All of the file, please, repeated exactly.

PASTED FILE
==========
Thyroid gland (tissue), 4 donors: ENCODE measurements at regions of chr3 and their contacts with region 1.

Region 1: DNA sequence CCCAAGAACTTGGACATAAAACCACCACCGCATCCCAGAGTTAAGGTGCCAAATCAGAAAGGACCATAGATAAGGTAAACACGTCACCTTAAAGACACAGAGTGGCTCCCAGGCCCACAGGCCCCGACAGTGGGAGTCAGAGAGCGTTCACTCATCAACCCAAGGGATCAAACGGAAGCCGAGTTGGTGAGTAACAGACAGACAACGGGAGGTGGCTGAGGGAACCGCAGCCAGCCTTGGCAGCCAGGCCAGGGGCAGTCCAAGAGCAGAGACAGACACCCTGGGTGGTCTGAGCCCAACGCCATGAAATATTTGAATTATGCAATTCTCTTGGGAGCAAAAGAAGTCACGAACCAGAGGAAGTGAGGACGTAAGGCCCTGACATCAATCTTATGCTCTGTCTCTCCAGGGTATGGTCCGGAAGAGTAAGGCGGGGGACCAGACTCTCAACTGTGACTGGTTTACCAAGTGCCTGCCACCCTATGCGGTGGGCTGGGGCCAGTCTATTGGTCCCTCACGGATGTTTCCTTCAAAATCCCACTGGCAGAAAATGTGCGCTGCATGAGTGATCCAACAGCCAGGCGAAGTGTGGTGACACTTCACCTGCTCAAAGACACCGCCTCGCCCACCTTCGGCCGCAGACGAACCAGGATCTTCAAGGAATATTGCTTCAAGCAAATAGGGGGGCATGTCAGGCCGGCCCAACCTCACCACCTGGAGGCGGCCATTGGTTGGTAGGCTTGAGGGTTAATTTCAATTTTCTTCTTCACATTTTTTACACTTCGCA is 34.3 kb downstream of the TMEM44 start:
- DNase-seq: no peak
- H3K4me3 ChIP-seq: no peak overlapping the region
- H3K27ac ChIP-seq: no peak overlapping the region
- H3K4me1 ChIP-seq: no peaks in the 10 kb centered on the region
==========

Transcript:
Thyroid gland (tissue), 4 donors: ENCODE measurements at regions of chr3 and their contacts with region 1.

Region 1: DNA sequence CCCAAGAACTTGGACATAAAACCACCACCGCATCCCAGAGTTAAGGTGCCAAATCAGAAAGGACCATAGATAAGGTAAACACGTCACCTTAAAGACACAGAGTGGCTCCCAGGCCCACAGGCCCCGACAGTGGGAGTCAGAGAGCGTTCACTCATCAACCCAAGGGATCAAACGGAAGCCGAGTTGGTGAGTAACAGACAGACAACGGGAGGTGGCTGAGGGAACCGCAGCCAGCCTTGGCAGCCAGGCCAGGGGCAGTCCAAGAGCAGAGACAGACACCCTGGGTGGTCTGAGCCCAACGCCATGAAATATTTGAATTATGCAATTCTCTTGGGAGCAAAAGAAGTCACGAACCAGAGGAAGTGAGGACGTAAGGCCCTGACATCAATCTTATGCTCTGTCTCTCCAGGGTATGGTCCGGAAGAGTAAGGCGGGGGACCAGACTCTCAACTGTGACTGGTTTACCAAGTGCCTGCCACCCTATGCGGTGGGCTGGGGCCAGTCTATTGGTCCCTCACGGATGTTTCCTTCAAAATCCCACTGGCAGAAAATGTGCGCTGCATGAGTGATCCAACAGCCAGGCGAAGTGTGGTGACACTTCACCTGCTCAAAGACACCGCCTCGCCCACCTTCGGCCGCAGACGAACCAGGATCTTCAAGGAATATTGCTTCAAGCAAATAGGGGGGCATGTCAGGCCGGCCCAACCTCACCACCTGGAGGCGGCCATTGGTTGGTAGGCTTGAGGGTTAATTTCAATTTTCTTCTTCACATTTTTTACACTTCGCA is 34.3 kb downstream of the TMEM44 start:
- DNase-seq: no peak
- H3K4me3 ChIP-seq: no peak overlapping the region
- H3K27ac ChIP-seq: no peak overlapping the region
- H3K4me1 ChIP-seq: no peaks in the 10 kb centered on the region